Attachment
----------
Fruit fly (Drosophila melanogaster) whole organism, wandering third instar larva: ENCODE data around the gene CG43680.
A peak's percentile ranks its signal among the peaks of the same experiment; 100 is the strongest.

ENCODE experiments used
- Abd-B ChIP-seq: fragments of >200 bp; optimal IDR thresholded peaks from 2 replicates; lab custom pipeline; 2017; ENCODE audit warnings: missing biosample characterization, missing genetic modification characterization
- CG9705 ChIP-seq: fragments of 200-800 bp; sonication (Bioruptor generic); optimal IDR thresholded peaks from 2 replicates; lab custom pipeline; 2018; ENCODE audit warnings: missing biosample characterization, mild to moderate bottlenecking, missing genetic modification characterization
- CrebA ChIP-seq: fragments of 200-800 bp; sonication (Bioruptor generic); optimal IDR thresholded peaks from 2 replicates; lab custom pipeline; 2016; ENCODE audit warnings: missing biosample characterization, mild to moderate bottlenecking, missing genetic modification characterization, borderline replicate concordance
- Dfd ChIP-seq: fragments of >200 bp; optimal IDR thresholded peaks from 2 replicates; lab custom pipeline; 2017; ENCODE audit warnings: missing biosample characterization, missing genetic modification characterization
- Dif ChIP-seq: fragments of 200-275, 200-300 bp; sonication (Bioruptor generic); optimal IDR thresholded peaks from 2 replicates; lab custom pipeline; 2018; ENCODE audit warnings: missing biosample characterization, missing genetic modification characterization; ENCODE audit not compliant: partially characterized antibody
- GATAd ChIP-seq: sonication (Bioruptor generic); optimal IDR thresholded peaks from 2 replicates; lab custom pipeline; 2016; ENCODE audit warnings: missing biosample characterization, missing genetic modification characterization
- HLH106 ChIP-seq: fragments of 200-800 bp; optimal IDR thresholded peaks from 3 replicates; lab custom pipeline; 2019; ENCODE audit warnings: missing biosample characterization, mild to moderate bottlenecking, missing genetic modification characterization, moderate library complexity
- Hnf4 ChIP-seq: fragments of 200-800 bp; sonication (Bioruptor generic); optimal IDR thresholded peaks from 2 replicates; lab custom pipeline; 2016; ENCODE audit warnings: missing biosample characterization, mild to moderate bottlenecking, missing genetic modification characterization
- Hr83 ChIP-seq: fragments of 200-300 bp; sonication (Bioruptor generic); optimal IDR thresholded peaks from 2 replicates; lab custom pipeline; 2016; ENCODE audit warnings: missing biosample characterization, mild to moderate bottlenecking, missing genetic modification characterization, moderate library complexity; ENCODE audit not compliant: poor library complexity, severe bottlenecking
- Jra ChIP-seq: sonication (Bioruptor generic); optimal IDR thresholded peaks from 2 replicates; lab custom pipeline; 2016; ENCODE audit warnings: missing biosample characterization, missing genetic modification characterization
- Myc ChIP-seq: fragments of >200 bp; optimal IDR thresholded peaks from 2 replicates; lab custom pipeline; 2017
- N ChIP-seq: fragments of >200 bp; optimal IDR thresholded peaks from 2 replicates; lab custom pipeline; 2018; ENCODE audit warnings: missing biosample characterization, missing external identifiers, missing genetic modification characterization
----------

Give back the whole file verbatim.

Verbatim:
Fruit fly (Drosophila melanogaster) whole organism, wandering third instar larva: ENCODE data around the gene CG43680.
A peak's percentile ranks its signal among the peaks of the same experiment; 100 is the strongest.

ENCODE experiments used
- Abd-B ChIP-seq: fragments of >200 bp; optimal IDR thresholded peaks from 2 replicates; lab custom pipeline; 2017; ENCODE audit warnings: missing biosample characterization, missing genetic modification characterization
- CG9705 ChIP-seq: fragments of 200-800 bp; sonication (Bioruptor generic); optimal IDR thresholded peaks from 2 replicates; lab custom pipeline; 2018; ENCODE audit warnings: missing biosample characterization, mild to moderate bottlenecking, missing genetic modification characterization
- CrebA ChIP-seq: fragments of 200-800 bp; sonication (Bioruptor generic); optimal IDR thresholded peaks from 2 replicates; lab custom pipeline; 2016; ENCODE audit warnings: missing biosample characterization, mild to moderate bottlenecking, missing genetic modification characterization, borderline replicate concordance
- Dfd ChIP-seq: fragments of >200 bp; optimal IDR thresholded peaks from 2 replicates; lab custom pipeline; 2017; ENCODE audit warnings: missing biosample characterization, missing genetic modification characterization
- Dif ChIP-seq: fragments of 200-275, 200-300 bp; sonication (Bioruptor generic); optimal IDR thresholded peaks from 2 replicates; lab custom pipeline; 2018; ENCODE audit warnings: missing biosample characterization, missing genetic modification characterization; ENCODE audit not compliant: partially characterized antibody
- GATAd ChIP-seq: sonication (Bioruptor generic); optimal IDR thresholded peaks from 2 replicates; lab custom pipeline; 2016; ENCODE audit warnings: missing biosample characterization, missing genetic modification characterization
- HLH106 ChIP-seq: fragments of 200-800 bp; optimal IDR thresholded peaks from 3 replicates; lab custom pipeline; 2019; ENCODE audit warnings: missing biosample characterization, mild to moderate bottlenecking, missing genetic modification characterization, moderate library complexity
- Hnf4 ChIP-seq: fragments of 200-800 bp; sonication (Bioruptor generic); optimal IDR thresholded peaks from 2 replicates; lab custom pipeline; 2016; ENCODE audit warnings: missing biosample characterization, mild to moderate bottlenecking, missing genetic modification characterization
- Hr83 ChIP-seq: fragments of 200-300 bp; sonication (Bioruptor generic); optimal IDR thresholded peaks from 2 replicates; lab custom pipeline; 2016; ENCODE audit warnings: missing biosample characterization, mild to moderate bottlenecking, missing genetic modification characterization, moderate library complexity; ENCODE audit not compliant: poor library complexity, severe bottlenecking
- Jra ChIP-seq: sonication (Bioruptor generic); optimal IDR thresholded peaks from 2 replicates; lab custom pipeline; 2016; ENCODE audit warnings: missing biosample characterization, missing genetic modification characterization
- Myc ChIP-seq: fragments of >200 bp; optimal IDR thresholded peaks from 2 replicates; lab custom pipeline; 2017
- N ChIP-seq: fragments of >200 bp; optimal IDR thresholded peaks from 2 replicates; lab custom pipeline; 2018; ENCODE audit warnings: missing biosample characterization, missing external identifiers, missing genetic modification characterization